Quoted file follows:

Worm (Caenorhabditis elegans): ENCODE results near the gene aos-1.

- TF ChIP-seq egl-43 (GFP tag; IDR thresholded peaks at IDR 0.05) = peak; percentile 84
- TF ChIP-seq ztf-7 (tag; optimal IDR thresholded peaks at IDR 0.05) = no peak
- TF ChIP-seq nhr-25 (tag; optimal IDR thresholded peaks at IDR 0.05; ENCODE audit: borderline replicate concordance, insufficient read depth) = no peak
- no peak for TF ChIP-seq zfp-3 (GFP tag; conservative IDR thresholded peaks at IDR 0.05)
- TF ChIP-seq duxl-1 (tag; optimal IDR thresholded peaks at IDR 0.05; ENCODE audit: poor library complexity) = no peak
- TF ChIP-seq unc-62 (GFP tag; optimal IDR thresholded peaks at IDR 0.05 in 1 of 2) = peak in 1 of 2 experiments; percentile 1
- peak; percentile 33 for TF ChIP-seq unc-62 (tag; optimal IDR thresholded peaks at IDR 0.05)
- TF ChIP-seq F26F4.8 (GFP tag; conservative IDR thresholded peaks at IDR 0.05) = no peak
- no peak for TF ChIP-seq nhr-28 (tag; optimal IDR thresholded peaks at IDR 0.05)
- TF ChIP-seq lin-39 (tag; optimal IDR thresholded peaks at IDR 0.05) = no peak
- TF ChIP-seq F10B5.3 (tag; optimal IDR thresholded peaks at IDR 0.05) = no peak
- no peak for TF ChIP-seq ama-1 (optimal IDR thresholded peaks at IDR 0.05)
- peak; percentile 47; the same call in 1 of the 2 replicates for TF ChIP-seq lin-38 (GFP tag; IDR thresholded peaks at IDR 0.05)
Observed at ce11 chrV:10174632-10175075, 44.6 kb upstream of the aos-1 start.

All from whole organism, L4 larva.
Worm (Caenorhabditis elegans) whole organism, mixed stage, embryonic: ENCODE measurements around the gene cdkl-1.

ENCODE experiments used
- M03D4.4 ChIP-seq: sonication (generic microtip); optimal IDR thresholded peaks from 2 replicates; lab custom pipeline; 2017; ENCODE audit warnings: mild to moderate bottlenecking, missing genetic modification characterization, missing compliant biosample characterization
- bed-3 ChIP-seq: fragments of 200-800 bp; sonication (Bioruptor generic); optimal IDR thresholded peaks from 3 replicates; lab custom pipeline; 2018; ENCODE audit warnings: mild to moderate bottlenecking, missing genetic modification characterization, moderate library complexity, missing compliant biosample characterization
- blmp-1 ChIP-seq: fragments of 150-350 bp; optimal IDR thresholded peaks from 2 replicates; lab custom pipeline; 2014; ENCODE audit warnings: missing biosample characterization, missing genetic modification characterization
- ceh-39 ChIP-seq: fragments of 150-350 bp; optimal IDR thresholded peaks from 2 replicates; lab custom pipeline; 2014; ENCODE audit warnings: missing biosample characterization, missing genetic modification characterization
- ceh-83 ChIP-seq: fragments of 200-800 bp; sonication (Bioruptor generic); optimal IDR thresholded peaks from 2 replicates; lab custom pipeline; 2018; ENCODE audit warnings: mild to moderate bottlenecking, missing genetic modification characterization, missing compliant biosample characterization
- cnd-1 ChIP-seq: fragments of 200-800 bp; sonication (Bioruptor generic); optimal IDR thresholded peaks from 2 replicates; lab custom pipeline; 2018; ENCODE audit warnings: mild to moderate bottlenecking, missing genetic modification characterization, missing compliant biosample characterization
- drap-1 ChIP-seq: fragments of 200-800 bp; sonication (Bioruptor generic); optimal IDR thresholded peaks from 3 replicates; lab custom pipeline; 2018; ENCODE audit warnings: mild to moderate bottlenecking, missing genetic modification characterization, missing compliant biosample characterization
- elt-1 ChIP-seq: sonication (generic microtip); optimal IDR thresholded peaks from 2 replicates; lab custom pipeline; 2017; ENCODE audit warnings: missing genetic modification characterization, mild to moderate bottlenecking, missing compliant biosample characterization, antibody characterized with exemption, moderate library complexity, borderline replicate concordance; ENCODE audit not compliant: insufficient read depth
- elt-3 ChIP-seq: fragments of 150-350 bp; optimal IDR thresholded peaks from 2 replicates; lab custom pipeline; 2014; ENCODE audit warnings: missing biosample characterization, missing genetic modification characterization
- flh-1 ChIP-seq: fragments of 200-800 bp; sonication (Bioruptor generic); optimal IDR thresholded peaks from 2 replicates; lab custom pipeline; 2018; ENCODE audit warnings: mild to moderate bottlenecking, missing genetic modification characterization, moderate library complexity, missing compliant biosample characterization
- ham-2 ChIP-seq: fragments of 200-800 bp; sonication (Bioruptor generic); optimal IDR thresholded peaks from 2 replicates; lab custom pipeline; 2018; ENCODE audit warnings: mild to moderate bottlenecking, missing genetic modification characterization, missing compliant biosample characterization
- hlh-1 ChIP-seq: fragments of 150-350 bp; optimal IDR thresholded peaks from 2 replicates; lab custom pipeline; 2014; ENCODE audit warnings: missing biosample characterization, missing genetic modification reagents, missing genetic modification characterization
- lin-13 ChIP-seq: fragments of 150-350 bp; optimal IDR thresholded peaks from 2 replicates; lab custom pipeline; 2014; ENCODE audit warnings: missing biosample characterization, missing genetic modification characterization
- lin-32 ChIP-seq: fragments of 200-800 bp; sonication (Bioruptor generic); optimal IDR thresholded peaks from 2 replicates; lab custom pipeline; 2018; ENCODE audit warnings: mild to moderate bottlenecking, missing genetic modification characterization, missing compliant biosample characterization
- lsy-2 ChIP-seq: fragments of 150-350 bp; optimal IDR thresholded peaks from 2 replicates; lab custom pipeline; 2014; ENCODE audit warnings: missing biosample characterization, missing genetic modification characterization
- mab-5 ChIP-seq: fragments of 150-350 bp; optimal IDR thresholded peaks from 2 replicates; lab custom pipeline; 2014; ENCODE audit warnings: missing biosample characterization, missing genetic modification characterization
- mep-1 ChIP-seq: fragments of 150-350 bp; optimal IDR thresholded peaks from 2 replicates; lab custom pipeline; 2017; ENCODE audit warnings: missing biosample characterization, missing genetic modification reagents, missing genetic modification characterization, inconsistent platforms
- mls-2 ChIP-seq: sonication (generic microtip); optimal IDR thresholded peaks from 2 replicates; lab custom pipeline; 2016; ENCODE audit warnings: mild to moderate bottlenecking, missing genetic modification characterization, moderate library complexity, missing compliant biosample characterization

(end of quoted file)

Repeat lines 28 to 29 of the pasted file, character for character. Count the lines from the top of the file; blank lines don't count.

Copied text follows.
- flh-1 ChIP-seq: fragments of 200-800 bp; sonication (Bioruptor generic); optimal IDR thresholded peaks from 2 replicates; lab custom pipeline; 2018; ENCODE audit warnings: mild to moderate bottlenecking, missing genetic modification characterization, moderate library complexity, missing compliant biosample characterization
- ham-2 ChIP-seq: fragments of 200-800 bp; sonication (Bioruptor generic); optimal IDR thresholded peaks from 2 replicates; lab custom pipeline; 2018; ENCODE audit warnings: mild to moderate bottlenecking, missing genetic modification characterization, missing compliant biosample characterization